Title case headlines are highly overrated11 Feb 2022
There are various misconceptions in the blogging world surrounding title cases these days and there are many who advocate putting all your headlines in title case, some of them are:
“It Looks Good”: The most commonly thrown argument is that title cases are somehow aesthetically pleasing or they look good. However, the “looks good” factor is obviously subjective, some may like it and others may not. In my opinion, they seem to be more readable initially but after a while, they get irritating. What also needs to be said here is that the
h1tag does its job remarkably well, and the fonts and styling you use have a much greater impact here than whether you use a title case headline or not. For example, there are display classes in Bootstrap CSS framework (
d-2, etc.) which make the letters even bolder and larger than normal
“Good for SEO”: That they’re good for SEO is yet another baseless argument. Google not only keeps its search algorithm well hidden but also changes it from time to time, there is no way for us to know whether or not they consider title case headlines for page ranking. However, if you perform a casual analysis of what kind of search results typically come up on the first page of your search results, you’ll find a good mix of both title and sentence cases.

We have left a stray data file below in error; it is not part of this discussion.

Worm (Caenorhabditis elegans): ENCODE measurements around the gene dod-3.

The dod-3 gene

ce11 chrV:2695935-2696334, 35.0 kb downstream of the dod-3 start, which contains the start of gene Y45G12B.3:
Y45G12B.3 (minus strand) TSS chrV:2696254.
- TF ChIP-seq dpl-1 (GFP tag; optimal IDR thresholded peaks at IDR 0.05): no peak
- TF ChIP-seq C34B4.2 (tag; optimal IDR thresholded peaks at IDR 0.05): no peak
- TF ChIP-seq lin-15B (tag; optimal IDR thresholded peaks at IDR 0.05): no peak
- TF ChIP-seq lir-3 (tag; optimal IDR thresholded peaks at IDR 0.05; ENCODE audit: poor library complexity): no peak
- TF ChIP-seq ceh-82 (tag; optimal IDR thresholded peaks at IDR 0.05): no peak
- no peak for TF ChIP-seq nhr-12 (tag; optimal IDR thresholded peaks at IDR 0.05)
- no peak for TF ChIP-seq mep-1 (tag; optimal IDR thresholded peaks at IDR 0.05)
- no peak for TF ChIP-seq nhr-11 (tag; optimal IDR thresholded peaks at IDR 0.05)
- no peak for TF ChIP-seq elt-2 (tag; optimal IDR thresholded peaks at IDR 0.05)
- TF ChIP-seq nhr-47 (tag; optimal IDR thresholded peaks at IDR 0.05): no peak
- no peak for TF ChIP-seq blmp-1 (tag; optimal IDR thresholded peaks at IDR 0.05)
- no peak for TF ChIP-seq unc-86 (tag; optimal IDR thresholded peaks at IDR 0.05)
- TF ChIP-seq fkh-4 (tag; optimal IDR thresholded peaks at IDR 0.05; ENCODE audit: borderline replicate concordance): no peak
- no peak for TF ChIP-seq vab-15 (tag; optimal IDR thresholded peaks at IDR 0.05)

The important thing for readability is not a title case headline but maintaining consistency and that’s much easier to do with the sentence or proper casing. Writing title case headlines is difficult because there are no universally accepted rules to determine which words to capitalize. It’s generally accepted that nouns and adjectives must be capitalized but what about minor and commonly used terms like
like, etc.? Should we always capitalize some of them and if so, which ones? APA might differ from MLA style for some classes of words, your own grammar school might say something else! With sentence casing, there is always a natural consistency and less confusion because you just capitalize the first letter of the sentence and proper nouns.
Finally, some people want to push the narrative that title case headlines are somehow the norm or what the “experts” do but that’s not true at all. The opinion is highly divided on this matter and this can be easily understood by performing a simple case study. The most professional and authoritative blogs who’s works can be trusted are reputed news agencies or circulating magazines. You can perform this case study for any topic you want but since the Ukraine conflict is presently a hot topic, I did a simple Google search for “Ukraine news” and this is what I found:
Only two news agencies (NDTV and News-18) have used title case, all the others including Hindustan Times, India Today, The Hindu, etc. have all used sentence casing. Needless to say, these are all highly reputed news agencies who’s reportage people trust in both mainstream and social media. And as you can see, both title and sentence casing can be observed across the industry.
Needless to say, they follow this rule consistently too, most NDTV articles will have title case headlines and most India Today articles will follow sentence casing. With these examples, we can clearly see that there is no such norm that title casing should be followed at all times, and there is a good opinion divide between title and sentence casing. As I said earlier, personally I prefer sentence casing because not only do the headlines look better (at least to me!) but it’s also very easy to define and less confusing.